Thune, R-S.D., and Rep. Kristi Noem, R-S.D., were on the Pine Ridge Reservation last week for meetings with tribal officials and other tribal members about the spikes in suicide rates, including some children, and ongoing drug and alcohol problems.
The congressional members heard calls for on-reservation treatment centers to help prevent suicides and deal with drug and alcohol addiction. And tribal police and courts officials outlined needs for more personnel and money to meet growing criminal justice challenging.
Thune says increased law enforcement presence and effectiveness will benefit all areas of life on the reservation.
“I think its starts there,” he said. “People can’t learn if they don’t feel safe. People can’t work if they don’t feel safe. And certainly elderly in a lot of those communities can’t go about their lives if they don’t feel safe.”
That doesn’t mean the treatment programs aren’t essential, he said. But the geographic and economic challenges on the reservation complicate solutions, Thune said.
“It’s pretty clear you’ve got to address the cause. And as was noted, most of these are status crimes, I’m mean they’re crimes committed by people who are on alcohol and drugs,” Thune said. “So the substance-abuse issues are really important. And some of the things they talk about doing in terms of creating crisis centers are all well and good. But the reservations are so large and vast and people have trouble getting to one place. And that’s why I think the law enforcement thing and creating a safe environment is important.”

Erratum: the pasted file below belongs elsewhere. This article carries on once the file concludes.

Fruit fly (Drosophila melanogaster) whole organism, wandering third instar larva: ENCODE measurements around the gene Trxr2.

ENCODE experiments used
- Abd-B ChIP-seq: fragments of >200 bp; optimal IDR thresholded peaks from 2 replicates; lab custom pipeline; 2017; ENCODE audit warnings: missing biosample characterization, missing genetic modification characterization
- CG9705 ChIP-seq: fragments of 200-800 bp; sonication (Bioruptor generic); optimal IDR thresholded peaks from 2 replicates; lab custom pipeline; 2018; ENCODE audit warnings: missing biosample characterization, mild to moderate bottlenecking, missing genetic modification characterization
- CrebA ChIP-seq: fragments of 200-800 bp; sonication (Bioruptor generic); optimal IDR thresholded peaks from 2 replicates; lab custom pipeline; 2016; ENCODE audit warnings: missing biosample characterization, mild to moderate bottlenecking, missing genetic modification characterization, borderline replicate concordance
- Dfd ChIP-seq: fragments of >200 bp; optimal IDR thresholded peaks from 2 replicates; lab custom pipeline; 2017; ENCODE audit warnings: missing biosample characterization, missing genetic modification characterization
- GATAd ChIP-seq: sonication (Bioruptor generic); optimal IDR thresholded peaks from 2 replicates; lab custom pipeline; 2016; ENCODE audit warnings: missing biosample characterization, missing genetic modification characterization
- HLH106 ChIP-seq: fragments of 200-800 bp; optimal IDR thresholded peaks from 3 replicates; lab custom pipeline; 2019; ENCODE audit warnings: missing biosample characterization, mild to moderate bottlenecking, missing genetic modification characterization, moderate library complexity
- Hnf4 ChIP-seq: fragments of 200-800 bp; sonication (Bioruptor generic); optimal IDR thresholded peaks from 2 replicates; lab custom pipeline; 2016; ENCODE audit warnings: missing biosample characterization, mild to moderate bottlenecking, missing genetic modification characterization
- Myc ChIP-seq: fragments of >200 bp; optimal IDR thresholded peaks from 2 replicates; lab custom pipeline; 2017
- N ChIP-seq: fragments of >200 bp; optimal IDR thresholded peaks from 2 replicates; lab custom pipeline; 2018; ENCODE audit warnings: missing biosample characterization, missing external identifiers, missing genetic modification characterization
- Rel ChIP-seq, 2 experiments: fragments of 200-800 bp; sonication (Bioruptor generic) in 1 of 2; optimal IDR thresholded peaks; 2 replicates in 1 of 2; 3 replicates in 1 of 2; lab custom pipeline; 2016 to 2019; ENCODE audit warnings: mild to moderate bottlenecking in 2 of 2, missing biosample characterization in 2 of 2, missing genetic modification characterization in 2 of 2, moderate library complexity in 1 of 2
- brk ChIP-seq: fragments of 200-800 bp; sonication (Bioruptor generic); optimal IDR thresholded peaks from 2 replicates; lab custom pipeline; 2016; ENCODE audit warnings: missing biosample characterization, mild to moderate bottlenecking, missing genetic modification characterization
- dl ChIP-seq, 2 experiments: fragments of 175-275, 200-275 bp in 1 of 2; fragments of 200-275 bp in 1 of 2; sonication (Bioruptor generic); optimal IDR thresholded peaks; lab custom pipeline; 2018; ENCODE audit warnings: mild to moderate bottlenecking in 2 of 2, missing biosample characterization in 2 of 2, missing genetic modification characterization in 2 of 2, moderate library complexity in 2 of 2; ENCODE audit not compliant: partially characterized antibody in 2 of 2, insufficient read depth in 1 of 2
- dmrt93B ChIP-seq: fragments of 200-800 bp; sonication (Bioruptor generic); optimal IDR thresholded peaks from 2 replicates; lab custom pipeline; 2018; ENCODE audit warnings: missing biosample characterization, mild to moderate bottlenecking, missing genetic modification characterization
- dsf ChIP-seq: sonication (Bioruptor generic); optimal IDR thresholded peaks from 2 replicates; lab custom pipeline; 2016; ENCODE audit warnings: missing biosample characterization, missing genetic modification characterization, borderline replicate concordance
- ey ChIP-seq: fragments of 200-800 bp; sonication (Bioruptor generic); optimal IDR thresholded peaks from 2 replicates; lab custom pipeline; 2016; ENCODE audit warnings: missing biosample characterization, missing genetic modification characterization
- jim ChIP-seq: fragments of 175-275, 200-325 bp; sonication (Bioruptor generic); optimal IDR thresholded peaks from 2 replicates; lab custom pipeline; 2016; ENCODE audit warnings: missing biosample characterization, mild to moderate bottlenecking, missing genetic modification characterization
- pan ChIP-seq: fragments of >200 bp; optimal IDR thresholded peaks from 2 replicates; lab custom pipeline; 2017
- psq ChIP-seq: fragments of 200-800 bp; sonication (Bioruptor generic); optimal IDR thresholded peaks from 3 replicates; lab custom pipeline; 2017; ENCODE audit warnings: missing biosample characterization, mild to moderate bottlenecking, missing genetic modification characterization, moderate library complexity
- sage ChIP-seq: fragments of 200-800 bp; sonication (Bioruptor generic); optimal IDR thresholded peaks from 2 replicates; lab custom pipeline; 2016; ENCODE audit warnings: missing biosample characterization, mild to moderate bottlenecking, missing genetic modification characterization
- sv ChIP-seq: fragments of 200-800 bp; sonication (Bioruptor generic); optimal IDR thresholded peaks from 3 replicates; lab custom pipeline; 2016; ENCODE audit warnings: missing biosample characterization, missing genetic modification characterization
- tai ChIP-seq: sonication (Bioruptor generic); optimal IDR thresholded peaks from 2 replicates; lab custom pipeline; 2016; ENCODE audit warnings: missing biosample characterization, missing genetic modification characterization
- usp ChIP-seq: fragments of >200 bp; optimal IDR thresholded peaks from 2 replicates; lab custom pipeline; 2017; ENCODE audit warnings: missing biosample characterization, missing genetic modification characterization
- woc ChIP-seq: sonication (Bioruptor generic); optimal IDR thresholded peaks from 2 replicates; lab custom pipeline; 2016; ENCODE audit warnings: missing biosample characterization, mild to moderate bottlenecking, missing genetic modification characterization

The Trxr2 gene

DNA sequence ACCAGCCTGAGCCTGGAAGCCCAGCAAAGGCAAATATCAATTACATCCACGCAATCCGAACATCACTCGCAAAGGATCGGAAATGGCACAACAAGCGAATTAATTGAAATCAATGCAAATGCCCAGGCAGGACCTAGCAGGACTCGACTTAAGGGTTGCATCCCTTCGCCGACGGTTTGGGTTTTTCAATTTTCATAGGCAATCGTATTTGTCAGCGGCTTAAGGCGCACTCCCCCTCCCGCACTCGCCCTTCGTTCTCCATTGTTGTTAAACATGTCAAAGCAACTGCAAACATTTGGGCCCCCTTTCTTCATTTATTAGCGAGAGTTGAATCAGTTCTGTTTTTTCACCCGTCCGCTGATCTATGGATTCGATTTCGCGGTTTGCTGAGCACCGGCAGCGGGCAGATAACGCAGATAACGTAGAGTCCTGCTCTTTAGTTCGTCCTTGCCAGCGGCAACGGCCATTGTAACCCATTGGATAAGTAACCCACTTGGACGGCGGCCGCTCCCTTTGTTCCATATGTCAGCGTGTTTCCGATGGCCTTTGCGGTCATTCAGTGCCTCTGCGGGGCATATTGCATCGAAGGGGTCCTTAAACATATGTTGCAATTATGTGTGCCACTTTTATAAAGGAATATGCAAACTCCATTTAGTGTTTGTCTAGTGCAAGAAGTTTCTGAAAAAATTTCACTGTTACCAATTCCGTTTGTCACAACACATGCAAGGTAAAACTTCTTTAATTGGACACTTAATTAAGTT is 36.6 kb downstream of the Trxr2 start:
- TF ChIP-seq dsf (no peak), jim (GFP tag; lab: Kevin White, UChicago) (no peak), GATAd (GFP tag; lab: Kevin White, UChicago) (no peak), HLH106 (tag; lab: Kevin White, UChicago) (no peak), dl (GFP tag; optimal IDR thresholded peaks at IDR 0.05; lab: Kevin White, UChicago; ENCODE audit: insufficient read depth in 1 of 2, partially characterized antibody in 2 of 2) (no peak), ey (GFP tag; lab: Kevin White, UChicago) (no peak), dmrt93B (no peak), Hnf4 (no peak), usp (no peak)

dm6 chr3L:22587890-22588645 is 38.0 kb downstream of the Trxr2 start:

Thune said the budget situation in Washington, D.C., is challenging. The federal Bureau of Indian Affairs deals with a wide variety of tribal requests and needs. But the situation on the Pine Ridge Reservation deserves priority attention from federal officials, Thune said.
“It’s something we’ll have to get on the BIA about,” he said. “And I know they’ve got a lot of reservations around the country they’ve got to cover. But I’d be hard pressed to think there is a situation in more desperate need than we are in South Dakota, especially right now on Pine Ridge.”
Thune likes the idea of a surge in police officers on the Pine Ridge Reservation to reduce lawless behavior. He worked on a surge that added 20 officers to the Standing Rock Reservation in 2008, resulting in a thousand arrests and reducing violent crime there.
That surge took congressional action that was spearheaded by members from South Dakota and North Dakota. And at one point, some officers helping with the surge responded temporarily to law enforcement needs at Pine Ridge. Thune is interested in working on the idea again.
Meanwhile, challenges continue. On a reservation the size of Pine Ridge, budget-related staffing shortages and communications problems can be especially dangerous to law enforcement. Oglala Tribe Police Chief Eugenio White Hawk said he doesn’t have enough officers to cover the eight districts and the flood of calls relayed to officers who usually work alone, far from backup.
“So each district that responds to traffic, the shortest time for backup will probably be, maybe, about a half hour,” White Hawk said. “Half an hour is probably about average that backup can come and assist an officer.”
Staffing and isolation are compounded by police-radio problems here and there across the reservation, White Hawk said.
“And presently we have some problems that are ongoing,” he said. “The radio in some of the districts aren’t working.”
Officers must sometimes rely only on spotty cell-phone service to communicate with dispatchers or other officers as they respond to calls that can include traffic problems, accidents, general assaults and domestic violence cases.
“And that’s pretty dangerous,” White Hawk said. “If you lose your cell service, you’re on your own.”